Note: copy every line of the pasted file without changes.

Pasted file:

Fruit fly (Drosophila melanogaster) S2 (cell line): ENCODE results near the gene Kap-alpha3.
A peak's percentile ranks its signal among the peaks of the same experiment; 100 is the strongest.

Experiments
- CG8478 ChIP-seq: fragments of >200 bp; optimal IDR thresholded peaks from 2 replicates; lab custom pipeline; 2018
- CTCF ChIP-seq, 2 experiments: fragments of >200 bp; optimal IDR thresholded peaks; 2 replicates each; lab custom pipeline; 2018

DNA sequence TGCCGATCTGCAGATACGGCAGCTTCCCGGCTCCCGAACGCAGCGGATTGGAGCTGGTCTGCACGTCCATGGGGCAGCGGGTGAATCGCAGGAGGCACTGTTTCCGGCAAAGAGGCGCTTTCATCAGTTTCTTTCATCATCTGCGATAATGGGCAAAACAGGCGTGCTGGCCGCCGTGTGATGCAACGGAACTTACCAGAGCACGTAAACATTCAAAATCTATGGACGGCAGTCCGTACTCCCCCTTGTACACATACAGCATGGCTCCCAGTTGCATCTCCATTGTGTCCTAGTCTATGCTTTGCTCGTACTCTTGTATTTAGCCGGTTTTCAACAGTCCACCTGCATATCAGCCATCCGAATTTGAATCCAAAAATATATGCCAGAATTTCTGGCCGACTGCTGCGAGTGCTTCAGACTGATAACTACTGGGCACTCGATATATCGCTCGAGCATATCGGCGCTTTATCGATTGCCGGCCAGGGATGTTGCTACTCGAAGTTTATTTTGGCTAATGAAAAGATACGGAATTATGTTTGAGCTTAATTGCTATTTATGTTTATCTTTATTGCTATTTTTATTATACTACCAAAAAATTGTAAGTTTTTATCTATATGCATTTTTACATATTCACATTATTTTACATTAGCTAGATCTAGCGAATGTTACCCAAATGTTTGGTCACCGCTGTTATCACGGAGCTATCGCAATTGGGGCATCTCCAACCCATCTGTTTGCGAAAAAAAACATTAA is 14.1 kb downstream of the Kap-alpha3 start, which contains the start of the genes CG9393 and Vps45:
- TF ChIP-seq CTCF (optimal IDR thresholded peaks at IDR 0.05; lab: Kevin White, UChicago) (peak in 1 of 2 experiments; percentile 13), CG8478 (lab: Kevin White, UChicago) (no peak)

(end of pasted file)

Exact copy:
Fruit fly (Drosophila melanogaster) S2 (cell line): ENCODE results near the gene Kap-alpha3.
A peak's percentile ranks its signal among the peaks of the same experiment; 100 is the strongest.

Experiments
- CG8478 ChIP-seq: fragments of >200 bp; optimal IDR thresholded peaks from 2 replicates; lab custom pipeline; 2018
- CTCF ChIP-seq, 2 experiments: fragments of >200 bp; optimal IDR thresholded peaks; 2 replicates each; lab custom pipeline; 2018

DNA sequence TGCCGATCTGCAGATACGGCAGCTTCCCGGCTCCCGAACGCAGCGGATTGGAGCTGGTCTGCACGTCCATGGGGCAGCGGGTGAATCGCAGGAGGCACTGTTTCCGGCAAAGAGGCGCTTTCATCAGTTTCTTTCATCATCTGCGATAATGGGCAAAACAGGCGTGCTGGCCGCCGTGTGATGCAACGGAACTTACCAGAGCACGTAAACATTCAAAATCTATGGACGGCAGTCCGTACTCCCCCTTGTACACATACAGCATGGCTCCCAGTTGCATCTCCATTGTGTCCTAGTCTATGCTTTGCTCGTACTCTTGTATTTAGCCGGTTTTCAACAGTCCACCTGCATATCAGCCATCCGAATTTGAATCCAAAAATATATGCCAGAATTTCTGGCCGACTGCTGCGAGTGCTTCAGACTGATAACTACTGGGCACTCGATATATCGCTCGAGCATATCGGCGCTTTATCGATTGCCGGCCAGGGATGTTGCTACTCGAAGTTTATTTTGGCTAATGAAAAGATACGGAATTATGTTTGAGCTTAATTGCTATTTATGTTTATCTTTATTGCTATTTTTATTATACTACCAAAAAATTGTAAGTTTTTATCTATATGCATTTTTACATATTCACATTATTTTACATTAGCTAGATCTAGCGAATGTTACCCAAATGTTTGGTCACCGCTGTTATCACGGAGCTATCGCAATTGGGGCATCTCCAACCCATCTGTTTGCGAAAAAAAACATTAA is 14.1 kb downstream of the Kap-alpha3 start, which contains the start of the genes CG9393 and Vps45:
- TF ChIP-seq CTCF (optimal IDR thresholded peaks at IDR 0.05; lab: Kevin White, UChicago) (peak in 1 of 2 experiments; percentile 13), CG8478 (lab: Kevin White, UChicago) (no peak)